• Staying silent on Brexit

    Terrace backstreet in England with no-one around
    (Photo by Ethan Wilkinson)

    “In the Nazi era they flew the red swastika flag – but only when it became too dangerous not to.”

    This is a quote from Rowan Rheingans – interviewed in Songlines about her excellent debut solo album The Lines We Draw Together (see my Top of the World review of the album in My Latest Work), based on her stage show, Dispatches On The Red Dress

    She is talking about her German grandparents. It’s a revealing little line that rang a bell for me. We again live in turbulent times. Many people in the current Brexit debate in the UK are keen to compare their adversaries with the Nazis of 1930s Germany. 

    While the N-word is unhelpful, the atmosphere of the times has been personally revealing for me. On more than one occasion since Brexit, when confronted with close neighbours, members of my community, espousing pro-Brexit and anti-EU opinions, I’ve remained silent. 

    What price my freedom?

    I have become aware of how uncomfortable it is to contradict a prevailing view. Living in Herefordshire, where Brexit swept the boards, I felt compelled, by my own cowardice, to avoid saying I disagreed with them.

    The prospect of being ostracised in your own community, rejected by your own neighbours, cuts deep. Silently going along with their statements allows you to carry on being accepted. How far does that go?

    You may scoff

    Brexiteers aren’t Nazis, I hear you splutter. They don’t carry a threat of violence. That’s certainly true of the Brexiteers I’ve listened to. But it’s one thing to be a loud and proud Remainer from the safety of inner London.

    Out here the LEAVE billboards have only just about come down in the fields and on the side of pubs. I never saw a Remain poster in the entire referendum campaign.

    Oi, mate! Come over here and say that…

    And now I’ve mentioned the B-word, fancy some Brexit and Morality?

  • What is a Nazi war crime?

    Fog in the pine forest
    Crime and punishment (Photo by Filip Zrnzević)

    Below are two little stories within the vast panoply of Nazi war crimes from the Second World War that I wanted to share. Nothing arouses our emotion like the Nazis, and the question of who was good and bad, who was a perpetrator and who a victim.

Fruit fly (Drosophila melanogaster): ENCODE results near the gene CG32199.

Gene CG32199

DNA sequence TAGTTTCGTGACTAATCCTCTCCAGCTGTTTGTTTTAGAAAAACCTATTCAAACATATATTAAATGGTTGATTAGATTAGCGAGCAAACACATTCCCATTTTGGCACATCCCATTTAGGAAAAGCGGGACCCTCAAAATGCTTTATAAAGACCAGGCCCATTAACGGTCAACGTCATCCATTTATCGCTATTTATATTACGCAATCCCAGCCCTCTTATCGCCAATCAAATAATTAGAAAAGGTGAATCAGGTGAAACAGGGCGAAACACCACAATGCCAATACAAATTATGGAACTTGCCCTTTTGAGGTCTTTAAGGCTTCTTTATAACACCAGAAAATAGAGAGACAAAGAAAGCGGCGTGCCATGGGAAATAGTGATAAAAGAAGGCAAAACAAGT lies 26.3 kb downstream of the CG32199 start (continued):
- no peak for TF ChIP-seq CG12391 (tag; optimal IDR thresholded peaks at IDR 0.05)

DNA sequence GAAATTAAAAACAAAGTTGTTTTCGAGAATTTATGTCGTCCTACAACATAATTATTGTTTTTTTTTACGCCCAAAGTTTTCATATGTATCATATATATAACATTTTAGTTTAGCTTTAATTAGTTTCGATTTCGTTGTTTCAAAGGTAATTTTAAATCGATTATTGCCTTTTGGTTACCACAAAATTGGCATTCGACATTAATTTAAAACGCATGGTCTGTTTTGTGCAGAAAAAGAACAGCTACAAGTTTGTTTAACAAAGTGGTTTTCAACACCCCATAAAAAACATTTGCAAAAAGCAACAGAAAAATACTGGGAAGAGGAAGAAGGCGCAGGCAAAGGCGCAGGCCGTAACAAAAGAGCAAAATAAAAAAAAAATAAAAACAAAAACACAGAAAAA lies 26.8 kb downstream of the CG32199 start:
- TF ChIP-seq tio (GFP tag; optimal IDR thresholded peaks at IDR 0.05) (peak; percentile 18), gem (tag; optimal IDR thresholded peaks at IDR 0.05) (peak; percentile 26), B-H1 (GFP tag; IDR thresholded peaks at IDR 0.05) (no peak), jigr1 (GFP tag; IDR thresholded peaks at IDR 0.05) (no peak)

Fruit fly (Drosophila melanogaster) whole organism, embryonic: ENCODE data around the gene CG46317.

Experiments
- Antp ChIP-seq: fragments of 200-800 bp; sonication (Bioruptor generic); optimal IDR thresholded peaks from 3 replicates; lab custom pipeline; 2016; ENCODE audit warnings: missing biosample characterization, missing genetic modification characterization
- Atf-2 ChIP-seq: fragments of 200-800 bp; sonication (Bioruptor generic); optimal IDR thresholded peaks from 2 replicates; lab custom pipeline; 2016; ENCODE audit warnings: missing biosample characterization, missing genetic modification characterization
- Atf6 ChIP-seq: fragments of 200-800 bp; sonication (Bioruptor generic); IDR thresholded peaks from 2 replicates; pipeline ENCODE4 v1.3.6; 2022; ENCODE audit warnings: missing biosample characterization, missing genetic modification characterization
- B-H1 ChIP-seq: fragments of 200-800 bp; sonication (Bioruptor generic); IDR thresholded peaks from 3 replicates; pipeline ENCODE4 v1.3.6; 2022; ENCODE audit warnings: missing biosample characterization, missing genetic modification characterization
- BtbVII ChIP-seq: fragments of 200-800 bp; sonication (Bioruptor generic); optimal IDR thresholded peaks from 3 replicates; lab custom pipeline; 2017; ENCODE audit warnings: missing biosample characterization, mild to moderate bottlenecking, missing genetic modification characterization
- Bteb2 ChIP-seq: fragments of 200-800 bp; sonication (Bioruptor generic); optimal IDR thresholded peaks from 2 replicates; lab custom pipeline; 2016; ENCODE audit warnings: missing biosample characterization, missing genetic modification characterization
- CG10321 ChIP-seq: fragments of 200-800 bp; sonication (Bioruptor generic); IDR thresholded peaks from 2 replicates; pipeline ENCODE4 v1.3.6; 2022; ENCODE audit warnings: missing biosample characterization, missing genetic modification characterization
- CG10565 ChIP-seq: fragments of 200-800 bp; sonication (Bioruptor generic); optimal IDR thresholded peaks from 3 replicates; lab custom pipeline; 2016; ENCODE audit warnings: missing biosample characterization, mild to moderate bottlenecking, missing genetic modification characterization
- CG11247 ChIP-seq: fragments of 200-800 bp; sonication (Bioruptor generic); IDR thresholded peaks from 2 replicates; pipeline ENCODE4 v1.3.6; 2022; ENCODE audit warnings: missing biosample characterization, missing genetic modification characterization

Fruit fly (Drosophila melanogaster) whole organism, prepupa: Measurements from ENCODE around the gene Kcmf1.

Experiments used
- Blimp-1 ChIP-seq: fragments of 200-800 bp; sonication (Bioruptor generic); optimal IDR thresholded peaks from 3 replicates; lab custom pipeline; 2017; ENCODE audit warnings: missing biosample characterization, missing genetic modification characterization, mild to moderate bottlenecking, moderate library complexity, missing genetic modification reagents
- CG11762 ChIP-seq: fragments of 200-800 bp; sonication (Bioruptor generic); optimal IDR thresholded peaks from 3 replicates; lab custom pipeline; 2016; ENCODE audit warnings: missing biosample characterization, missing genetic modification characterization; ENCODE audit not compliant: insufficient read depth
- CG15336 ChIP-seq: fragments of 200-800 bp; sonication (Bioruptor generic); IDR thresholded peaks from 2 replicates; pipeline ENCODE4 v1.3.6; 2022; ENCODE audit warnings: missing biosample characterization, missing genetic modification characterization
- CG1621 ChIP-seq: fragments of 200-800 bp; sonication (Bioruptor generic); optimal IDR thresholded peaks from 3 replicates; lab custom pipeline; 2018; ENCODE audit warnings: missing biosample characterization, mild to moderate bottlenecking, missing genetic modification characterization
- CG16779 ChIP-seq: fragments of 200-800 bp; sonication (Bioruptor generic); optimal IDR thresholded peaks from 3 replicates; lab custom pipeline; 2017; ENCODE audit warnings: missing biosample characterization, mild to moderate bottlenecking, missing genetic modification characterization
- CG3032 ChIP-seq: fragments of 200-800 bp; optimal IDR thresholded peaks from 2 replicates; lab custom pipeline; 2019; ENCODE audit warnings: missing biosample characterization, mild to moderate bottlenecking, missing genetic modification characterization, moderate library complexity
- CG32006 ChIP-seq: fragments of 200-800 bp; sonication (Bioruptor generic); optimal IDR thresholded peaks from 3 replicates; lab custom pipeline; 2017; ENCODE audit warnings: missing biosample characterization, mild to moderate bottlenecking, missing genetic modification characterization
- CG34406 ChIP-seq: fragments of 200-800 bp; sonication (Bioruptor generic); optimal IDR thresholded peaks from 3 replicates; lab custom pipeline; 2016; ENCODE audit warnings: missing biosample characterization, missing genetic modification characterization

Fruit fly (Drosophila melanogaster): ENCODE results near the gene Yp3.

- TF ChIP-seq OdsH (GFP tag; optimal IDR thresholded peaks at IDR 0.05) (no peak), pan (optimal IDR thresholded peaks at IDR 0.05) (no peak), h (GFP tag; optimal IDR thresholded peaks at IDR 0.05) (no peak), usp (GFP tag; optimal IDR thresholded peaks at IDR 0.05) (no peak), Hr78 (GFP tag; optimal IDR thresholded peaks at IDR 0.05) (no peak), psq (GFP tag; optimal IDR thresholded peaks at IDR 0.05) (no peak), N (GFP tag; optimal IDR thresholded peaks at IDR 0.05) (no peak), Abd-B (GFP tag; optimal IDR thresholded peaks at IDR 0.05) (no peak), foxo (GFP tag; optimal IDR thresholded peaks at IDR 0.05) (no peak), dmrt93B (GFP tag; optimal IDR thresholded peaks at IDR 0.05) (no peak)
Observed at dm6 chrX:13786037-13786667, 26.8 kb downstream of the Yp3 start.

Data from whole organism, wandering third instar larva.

Joachim Lieven

    The first is from the late Countess Dönhoff’s account of her childhood in East Prussia before the war — a land she fled forever and which is now Russia’s Kaliningrad Oblast. Joachim came to live on her family’s estate as a child, fleeing Stalin’s Russia prior to the war:

    “Joachim suffered a particularly tragic fate. When I managed our estates in the Second World War, I was able to persuade the authorities to exempt him from military service because he, as my only male assistant — all my brothers were serving in the war — was indispensable in the administration of the estates. But in the final phases of the war even that argument no longer proved effective, and without being given a hearing he was assigned to a Waffen SS unit, a hard blow for so fervent an anti-Nazi. A letter he wrote in January, 1945, from the Kolmar region was the last word we ever had from him.”

    Johann Rehbogen

    The second is a 94-year-old defendant who has gone on trial this week at a juvenile court in Münster, Germany, accused of complicity in mass murder due to serving as an SS guard in the war.

    It so happens that he worked as a guard in the Stutthof camp, east of modern-day Gdansk in northern Poland — in an area very close to the estate on which Countess Dönhoff grew up.

    From the summer of 1944, when Nazi Germany was in retreat, the Stutthoff camp was the scene of the gassing of more than 100 Polish prisoners, at least 77 Soviet POWs and “probably several hundred” Jewish prisoners.

    The reason Johann Rehbogen is being tried in a juvenile court is that he was not yet aged 21 when he worked as a guard at the camp, and so still a juvenile in the eyes of the law.

    Dortmund prosecutor Andreas Brendel is quoted as saying of the case:

    “Germany owes it to the families and victims to prosecute these Nazi crimes even today. That is a legal and moral question.”